(CNN) — The Nancy Grace Roman Space Telescope, NASA's upcoming observatory expected to launch in the mid-2020s, could reveal a multitude of rogue planets that don't orbit stars in our Milky Way galaxy, according to new research.
The Nancy Grace Roman Space Telescope could reveal a multitude of rogue planets that don't orbit stars in our Milky Way galaxy, according to new research. These exoplanets aren't locked in orbits around stars that way Earth orbits the sun.
The telescope, named in honor of the agency's first chief of astronomy, is equipped with a powerful 2.4-meter mirror that will allow it to search for exoplanets. The telescope will stare at large swaths of the sky and watch for gravitational microlensing events, where a planet and the star it orbits pass in front of a background star.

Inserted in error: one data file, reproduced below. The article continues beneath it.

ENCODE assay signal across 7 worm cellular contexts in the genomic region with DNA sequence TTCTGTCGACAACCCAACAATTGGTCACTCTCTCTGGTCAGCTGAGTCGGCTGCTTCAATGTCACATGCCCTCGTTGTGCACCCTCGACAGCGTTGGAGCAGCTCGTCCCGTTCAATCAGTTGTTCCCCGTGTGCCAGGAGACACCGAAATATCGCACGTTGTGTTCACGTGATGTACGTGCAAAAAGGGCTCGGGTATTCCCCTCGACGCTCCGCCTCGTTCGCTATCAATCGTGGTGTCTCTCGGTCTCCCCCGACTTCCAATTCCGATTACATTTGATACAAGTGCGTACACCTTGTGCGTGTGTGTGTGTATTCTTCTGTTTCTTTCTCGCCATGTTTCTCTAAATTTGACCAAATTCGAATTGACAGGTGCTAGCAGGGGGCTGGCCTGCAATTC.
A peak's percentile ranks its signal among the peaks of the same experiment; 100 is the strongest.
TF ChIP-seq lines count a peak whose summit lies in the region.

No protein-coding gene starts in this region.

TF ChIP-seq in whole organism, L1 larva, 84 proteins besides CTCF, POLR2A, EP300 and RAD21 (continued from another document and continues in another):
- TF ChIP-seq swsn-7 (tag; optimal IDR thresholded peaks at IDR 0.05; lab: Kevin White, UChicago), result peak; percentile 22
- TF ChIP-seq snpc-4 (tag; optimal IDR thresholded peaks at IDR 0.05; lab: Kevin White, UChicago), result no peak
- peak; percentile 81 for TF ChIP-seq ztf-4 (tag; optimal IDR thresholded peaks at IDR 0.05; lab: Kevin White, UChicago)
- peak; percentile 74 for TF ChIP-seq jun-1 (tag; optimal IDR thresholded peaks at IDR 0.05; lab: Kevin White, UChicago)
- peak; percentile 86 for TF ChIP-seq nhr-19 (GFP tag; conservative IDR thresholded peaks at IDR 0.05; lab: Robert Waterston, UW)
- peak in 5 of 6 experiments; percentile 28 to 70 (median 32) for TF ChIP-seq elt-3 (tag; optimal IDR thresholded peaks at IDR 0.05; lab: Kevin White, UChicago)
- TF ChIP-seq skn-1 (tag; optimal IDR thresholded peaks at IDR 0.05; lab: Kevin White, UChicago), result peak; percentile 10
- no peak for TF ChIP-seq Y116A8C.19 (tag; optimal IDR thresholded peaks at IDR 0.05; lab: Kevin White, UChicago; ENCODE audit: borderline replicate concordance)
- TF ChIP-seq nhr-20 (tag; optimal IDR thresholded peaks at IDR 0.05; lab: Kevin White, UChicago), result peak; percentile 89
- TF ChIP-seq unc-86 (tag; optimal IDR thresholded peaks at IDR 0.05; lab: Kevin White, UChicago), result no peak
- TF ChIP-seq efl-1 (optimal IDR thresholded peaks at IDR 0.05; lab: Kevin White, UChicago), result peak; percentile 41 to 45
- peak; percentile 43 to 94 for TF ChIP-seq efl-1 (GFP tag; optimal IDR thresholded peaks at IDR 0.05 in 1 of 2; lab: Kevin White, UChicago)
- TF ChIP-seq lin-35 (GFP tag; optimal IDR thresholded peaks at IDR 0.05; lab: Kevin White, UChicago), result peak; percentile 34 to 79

Microlensing occurs when the presence of something massive can actually warp space-time, like black holes, but it can also occur around planets.
For instance, if a rogue planet is in alignment with a distant star, the light from that star will essentially bend around the planet, resulting in a magnifying effect. Researchers can use the changes in light around the planet to measure the planet's mass. — Ashley Strickland, CNN/@CNN